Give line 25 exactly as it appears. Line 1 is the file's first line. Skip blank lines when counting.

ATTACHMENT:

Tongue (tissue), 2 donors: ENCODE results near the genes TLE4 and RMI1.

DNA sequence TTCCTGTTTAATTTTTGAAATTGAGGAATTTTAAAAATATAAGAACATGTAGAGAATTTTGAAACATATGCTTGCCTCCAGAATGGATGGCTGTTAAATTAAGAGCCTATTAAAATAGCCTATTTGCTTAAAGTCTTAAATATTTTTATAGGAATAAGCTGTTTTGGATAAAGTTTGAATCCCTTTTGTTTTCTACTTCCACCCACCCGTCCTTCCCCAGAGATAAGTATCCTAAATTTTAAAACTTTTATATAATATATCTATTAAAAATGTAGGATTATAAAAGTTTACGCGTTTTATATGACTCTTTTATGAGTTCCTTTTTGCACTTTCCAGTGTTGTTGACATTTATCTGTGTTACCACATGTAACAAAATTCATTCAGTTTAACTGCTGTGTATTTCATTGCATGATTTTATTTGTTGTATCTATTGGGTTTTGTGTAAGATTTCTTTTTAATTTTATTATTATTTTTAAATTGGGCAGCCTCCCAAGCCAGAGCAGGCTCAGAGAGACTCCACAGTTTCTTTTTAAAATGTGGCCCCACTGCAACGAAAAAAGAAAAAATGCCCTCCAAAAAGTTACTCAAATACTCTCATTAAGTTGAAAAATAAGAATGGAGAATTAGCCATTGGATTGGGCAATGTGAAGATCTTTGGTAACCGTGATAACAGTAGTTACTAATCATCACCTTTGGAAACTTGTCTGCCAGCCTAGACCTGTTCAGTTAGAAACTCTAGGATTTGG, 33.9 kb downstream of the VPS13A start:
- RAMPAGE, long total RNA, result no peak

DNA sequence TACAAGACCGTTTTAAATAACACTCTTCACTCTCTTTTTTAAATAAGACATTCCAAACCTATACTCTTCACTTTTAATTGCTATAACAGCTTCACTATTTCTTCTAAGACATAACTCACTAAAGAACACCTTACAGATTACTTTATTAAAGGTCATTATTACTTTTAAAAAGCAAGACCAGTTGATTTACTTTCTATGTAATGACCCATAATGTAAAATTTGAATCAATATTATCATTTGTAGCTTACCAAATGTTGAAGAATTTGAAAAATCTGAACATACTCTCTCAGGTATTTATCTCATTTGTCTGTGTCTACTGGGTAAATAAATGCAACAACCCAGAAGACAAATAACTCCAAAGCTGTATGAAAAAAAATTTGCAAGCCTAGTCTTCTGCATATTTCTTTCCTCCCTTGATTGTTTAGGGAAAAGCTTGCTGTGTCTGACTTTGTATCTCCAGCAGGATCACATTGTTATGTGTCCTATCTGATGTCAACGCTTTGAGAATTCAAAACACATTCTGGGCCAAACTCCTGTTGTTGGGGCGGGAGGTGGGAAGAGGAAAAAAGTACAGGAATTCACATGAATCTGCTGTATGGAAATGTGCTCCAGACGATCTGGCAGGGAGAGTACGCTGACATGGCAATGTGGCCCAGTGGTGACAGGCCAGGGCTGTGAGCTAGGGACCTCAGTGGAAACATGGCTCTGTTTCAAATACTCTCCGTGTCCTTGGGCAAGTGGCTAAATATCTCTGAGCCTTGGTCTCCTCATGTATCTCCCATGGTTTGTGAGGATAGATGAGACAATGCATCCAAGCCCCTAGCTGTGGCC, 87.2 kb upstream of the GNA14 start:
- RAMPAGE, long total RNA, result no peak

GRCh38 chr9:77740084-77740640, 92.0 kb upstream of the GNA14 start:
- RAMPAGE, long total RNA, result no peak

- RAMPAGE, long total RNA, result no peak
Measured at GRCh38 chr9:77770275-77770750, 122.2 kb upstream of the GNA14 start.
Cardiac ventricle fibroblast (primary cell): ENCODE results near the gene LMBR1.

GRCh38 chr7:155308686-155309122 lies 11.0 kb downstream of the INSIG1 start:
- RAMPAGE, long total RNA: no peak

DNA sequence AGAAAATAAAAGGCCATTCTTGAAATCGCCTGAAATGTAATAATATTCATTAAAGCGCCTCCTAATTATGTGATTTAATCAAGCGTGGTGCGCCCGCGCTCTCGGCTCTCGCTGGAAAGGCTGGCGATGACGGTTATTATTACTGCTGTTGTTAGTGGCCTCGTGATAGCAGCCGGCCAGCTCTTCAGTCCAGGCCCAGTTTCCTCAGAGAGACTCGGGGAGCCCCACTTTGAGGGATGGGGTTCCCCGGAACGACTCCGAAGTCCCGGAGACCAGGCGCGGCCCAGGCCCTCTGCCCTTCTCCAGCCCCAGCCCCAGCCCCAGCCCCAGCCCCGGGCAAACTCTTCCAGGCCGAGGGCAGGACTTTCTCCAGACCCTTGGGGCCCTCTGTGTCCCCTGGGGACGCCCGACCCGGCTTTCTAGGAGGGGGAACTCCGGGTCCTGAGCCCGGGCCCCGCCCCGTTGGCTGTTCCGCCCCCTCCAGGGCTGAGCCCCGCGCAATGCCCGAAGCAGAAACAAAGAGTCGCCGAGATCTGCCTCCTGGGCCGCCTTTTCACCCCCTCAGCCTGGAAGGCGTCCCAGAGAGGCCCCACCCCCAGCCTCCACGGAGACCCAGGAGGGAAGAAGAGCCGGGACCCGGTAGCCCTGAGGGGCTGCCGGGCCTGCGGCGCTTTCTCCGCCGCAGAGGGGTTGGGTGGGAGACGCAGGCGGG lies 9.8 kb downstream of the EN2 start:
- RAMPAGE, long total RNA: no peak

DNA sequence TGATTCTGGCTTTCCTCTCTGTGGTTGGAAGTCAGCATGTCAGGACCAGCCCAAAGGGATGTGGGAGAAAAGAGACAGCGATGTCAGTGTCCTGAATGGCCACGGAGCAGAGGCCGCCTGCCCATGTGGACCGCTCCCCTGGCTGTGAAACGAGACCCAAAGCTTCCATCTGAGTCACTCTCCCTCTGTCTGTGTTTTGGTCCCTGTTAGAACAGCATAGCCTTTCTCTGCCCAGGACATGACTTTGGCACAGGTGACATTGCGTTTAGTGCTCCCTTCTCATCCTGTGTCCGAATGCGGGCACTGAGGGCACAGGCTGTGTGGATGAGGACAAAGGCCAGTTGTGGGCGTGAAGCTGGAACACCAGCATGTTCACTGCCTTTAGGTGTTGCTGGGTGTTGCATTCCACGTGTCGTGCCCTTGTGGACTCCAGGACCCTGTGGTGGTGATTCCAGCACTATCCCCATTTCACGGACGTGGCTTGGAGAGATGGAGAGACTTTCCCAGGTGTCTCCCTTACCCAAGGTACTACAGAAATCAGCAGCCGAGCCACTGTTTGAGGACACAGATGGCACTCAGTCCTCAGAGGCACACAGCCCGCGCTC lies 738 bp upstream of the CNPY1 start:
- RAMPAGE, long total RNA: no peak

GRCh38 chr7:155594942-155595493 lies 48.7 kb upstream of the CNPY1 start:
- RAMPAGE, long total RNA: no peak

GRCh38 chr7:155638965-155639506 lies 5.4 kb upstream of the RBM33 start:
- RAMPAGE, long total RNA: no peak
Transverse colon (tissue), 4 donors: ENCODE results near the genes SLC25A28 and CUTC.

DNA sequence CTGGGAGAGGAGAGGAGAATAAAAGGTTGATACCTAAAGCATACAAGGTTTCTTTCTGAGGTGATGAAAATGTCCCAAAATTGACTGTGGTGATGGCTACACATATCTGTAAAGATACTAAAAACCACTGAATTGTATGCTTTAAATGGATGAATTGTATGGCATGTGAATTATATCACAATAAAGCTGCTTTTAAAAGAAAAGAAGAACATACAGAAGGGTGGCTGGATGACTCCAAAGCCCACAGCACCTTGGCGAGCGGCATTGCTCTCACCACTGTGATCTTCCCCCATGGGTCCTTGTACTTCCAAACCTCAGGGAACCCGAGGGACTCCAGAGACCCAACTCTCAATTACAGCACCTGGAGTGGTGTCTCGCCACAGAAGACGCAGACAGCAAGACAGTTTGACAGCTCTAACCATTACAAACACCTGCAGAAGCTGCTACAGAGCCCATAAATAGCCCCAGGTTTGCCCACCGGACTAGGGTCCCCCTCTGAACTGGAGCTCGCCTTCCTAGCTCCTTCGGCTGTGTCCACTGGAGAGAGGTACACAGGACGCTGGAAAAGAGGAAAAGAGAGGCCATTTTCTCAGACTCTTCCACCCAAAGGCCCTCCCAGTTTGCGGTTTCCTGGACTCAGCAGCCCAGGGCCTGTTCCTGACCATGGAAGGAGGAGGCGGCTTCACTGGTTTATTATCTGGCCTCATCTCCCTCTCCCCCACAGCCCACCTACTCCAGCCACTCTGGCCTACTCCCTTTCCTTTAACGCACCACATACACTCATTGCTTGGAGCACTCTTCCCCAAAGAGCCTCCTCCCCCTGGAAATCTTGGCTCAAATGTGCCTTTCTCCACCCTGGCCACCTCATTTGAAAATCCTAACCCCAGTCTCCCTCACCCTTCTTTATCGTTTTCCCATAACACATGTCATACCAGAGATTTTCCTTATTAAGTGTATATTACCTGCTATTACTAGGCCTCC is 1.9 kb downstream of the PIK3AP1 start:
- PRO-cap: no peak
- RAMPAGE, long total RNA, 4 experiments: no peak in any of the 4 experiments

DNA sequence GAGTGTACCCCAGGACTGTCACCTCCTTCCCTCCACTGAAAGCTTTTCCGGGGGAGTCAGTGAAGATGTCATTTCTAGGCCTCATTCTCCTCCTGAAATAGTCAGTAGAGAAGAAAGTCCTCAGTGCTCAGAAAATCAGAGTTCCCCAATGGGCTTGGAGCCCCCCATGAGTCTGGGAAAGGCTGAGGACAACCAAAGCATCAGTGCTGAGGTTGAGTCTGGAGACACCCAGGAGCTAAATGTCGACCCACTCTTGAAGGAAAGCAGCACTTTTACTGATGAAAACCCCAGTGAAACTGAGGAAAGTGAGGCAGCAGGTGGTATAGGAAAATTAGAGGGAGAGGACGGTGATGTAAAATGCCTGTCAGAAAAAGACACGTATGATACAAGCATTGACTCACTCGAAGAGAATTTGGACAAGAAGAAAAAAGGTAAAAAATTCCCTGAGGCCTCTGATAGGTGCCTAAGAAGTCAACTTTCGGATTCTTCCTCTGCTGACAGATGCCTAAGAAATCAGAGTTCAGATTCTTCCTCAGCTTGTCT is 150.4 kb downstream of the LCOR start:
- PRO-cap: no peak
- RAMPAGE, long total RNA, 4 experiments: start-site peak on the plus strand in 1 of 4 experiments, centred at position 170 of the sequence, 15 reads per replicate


DNA sequence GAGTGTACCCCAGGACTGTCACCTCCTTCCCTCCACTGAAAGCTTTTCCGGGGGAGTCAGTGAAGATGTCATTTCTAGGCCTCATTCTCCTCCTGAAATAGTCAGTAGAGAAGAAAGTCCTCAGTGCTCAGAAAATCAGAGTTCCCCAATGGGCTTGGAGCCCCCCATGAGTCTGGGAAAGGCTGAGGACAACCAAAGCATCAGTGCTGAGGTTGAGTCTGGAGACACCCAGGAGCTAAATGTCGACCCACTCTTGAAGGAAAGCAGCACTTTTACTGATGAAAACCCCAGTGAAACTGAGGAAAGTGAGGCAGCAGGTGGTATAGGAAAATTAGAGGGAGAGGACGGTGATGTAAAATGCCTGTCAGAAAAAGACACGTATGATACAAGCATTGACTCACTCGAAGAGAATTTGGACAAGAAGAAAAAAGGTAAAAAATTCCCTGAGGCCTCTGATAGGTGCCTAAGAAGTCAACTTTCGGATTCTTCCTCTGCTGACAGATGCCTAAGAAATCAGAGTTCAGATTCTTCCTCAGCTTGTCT is 150.4 kb downstream of the LCOR start: